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Japan expected to legalize casinos soon

A move to legalize casinos in Japan is expected to come to fruition in the coming months according to a leading lawmaker backing the proposals.

Koichi Hagiuda, the secretary-general of a group behind Japan’s casino bill told reporters recently that he is hopeful of making progress throughout October, with a view to having casinos fully operational in Japan in time for the 2010 Summer Olympic Games.

““We want to finish up in the lower house in the first half of October and send it on to the upper house,” said Mr. Hagiuda, who also serves as an aide to Japanese Prime Minister, Shinzo Abe.

The casino industry has experienced unprecedented growth over the last several years, and it’s no wonder Mr. Hagiuda and his lawmaker’s group are eager to get the proverbial ball rolling. Leading casinos and bookmakers top casino game promos and others around the world have boasted huge profits since measures were taken in other countries such as the UK. Now Japan are looking to follow suit, and possibly create Asia’s second largest gaming mecca, one step behind the world’s biggest in Macau.

To do so, the group behind the bill expect to see billions of dollars poured into Japan’s casino industry, an announcement which resulted in a rise in share prices for leading casino game manufacturers when it was first reported by news service Bloomberg.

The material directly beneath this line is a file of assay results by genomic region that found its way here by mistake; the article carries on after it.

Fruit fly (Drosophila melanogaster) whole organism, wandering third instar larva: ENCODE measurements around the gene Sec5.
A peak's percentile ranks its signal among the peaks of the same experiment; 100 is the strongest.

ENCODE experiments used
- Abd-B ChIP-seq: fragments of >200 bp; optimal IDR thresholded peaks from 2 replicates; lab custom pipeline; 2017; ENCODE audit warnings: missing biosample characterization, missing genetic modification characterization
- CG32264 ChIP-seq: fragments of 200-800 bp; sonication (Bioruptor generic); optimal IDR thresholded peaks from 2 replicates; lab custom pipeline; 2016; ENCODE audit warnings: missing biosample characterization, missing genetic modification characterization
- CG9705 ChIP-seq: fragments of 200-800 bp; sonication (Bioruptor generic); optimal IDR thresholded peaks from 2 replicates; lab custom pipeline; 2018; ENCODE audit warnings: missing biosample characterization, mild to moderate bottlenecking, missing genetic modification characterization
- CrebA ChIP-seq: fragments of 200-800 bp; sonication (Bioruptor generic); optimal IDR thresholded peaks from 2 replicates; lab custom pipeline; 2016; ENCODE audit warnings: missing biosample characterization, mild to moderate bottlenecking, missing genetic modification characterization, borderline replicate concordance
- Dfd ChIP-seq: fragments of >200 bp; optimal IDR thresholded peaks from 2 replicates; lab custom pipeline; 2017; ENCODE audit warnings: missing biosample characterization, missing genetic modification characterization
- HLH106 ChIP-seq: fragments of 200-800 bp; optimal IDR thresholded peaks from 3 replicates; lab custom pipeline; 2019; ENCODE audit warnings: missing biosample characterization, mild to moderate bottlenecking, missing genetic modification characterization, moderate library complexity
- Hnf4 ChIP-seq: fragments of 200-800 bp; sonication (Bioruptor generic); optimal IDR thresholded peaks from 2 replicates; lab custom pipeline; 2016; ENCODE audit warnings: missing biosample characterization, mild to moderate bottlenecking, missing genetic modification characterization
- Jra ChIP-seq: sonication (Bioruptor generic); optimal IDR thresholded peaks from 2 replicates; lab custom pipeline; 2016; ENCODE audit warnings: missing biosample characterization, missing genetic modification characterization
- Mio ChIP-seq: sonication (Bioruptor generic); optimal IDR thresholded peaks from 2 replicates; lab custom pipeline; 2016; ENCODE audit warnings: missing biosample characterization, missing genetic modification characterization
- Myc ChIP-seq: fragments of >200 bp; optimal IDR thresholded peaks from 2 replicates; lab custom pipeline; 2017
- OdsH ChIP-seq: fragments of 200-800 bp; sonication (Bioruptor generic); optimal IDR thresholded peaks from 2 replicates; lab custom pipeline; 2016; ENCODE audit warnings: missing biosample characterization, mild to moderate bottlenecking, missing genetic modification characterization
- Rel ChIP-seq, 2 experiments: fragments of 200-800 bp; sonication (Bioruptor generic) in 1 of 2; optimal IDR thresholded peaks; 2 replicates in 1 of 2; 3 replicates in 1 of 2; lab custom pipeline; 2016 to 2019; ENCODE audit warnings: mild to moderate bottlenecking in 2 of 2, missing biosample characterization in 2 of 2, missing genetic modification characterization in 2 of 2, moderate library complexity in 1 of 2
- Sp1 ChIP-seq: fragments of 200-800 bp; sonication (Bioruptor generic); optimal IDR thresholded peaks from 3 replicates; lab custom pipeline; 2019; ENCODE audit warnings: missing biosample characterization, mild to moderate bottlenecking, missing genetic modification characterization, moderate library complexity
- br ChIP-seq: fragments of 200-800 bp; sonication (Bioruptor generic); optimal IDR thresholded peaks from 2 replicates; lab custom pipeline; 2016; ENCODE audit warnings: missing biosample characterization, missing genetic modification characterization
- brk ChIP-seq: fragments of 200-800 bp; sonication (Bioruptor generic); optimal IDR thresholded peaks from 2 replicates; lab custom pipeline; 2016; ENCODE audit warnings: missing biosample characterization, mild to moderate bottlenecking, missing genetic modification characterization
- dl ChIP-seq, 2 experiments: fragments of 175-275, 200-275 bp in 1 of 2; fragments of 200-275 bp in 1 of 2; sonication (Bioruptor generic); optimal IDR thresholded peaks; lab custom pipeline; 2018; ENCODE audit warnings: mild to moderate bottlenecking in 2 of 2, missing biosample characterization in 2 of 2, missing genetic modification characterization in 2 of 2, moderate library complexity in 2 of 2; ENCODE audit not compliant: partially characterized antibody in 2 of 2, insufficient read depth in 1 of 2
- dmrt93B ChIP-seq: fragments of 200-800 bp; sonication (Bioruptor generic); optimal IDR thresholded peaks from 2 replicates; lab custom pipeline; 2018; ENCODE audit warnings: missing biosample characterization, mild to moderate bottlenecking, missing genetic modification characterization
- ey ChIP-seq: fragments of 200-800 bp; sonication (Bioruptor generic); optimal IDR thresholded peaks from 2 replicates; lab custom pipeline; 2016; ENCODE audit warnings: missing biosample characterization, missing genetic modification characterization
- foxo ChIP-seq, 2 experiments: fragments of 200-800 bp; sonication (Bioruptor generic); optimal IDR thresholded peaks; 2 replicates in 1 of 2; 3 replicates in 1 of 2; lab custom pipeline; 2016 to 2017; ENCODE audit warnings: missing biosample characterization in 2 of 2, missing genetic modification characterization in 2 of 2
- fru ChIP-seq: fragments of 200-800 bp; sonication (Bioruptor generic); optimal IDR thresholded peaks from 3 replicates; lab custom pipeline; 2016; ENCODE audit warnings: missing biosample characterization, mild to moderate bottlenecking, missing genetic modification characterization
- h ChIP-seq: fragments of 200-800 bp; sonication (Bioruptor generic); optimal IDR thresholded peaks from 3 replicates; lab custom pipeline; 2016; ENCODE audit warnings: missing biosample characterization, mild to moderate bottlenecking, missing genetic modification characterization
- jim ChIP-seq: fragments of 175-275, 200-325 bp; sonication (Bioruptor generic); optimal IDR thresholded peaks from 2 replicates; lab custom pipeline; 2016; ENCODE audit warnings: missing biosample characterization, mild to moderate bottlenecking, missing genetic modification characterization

Among those seeing a reversal in fortunes, Japan Cash Machine Co. Ltd. (6418), who manufacture coin counters used in casino games, and both Konami Corp. and Sega Sammy Holdings, who produce the popular pachinko machines all experienced an about turn after share prices had begun to decline.

Charges for residents

Following a recent visit by Prime Minster Abe to the Singapore, Japan’s legal casino lobbyists announced plans to replicate the country’s approach to reducing the risk of gambling addiction by charging citizens and permanent residents an entry fee.

Singapore currently has just two casinos, owned and managed by Vegas Sands Corp. and Genting Singapore Plc respectively. In each case, a fee is charged to residents and citizens of S$100 ($78 USD) for a daily pass and S$2,000 for a yearly pass.

In Japan, the fee is expected to be 5,000 yen ($46) per visit. As in Singapore, overseas visitors will be permitted entry for free.

Political divide

“The government is preparing for this with great drive,” said Mr. Hagiuda. “If we go ahead with two or three sites, those Japanese people who are currently opposed will be able to see how pleasant these facilities are."

He is referring to the ruling Liberal Democratic Party's coalition partners Komeito, who are currently split on the move to legalize casinos. The former party currently boast a majority in the lower-house, meaning it should be easier to get the bill through during parliament’s autumn session which runs from September 30th to November 30th.

Once things progress to the upper house however, things get a little trickier. There, Mr. Hagiuda and his contingent will need support from Komeito if their proposals are to stand any chance of success.